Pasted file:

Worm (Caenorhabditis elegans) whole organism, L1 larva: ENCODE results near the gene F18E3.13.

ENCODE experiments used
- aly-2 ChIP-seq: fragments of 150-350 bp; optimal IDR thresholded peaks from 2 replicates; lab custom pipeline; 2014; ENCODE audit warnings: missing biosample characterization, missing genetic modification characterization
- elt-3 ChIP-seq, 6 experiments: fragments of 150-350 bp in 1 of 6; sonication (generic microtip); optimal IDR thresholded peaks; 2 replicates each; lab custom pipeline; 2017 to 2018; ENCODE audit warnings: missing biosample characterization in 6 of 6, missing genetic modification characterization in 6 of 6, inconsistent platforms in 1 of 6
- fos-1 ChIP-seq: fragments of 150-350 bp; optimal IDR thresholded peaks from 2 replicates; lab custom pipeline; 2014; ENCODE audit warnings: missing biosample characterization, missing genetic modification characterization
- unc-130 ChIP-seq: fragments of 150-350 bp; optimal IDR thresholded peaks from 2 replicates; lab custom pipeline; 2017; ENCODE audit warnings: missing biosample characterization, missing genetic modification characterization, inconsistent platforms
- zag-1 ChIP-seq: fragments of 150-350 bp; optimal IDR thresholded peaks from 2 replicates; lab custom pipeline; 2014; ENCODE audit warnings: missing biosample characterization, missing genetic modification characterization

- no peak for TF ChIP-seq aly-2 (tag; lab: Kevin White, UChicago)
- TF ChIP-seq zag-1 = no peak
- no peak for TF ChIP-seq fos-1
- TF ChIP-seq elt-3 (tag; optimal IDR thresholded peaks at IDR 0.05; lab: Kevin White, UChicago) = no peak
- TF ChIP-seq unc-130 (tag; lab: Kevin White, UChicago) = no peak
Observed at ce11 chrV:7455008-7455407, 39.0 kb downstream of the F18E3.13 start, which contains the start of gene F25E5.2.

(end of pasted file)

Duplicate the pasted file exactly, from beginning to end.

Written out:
Worm (Caenorhabditis elegans) whole organism, L1 larva: ENCODE results near the gene F18E3.13.

ENCODE experiments used
- aly-2 ChIP-seq: fragments of 150-350 bp; optimal IDR thresholded peaks from 2 replicates; lab custom pipeline; 2014; ENCODE audit warnings: missing biosample characterization, missing genetic modification characterization
- elt-3 ChIP-seq, 6 experiments: fragments of 150-350 bp in 1 of 6; sonication (generic microtip); optimal IDR thresholded peaks; 2 replicates each; lab custom pipeline; 2017 to 2018; ENCODE audit warnings: missing biosample characterization in 6 of 6, missing genetic modification characterization in 6 of 6, inconsistent platforms in 1 of 6
- fos-1 ChIP-seq: fragments of 150-350 bp; optimal IDR thresholded peaks from 2 replicates; lab custom pipeline; 2014; ENCODE audit warnings: missing biosample characterization, missing genetic modification characterization
- unc-130 ChIP-seq: fragments of 150-350 bp; optimal IDR thresholded peaks from 2 replicates; lab custom pipeline; 2017; ENCODE audit warnings: missing biosample characterization, missing genetic modification characterization, inconsistent platforms
- zag-1 ChIP-seq: fragments of 150-350 bp; optimal IDR thresholded peaks from 2 replicates; lab custom pipeline; 2014; ENCODE audit warnings: missing biosample characterization, missing genetic modification characterization

- no peak for TF ChIP-seq aly-2 (tag; lab: Kevin White, UChicago)
- TF ChIP-seq zag-1 = no peak
- no peak for TF ChIP-seq fos-1
- TF ChIP-seq elt-3 (tag; optimal IDR thresholded peaks at IDR 0.05; lab: Kevin White, UChicago) = no peak
- TF ChIP-seq unc-130 (tag; lab: Kevin White, UChicago) = no peak
Observed at ce11 chrV:7455008-7455407, 39.0 kb downstream of the F18E3.13 start, which contains the start of gene F25E5.2.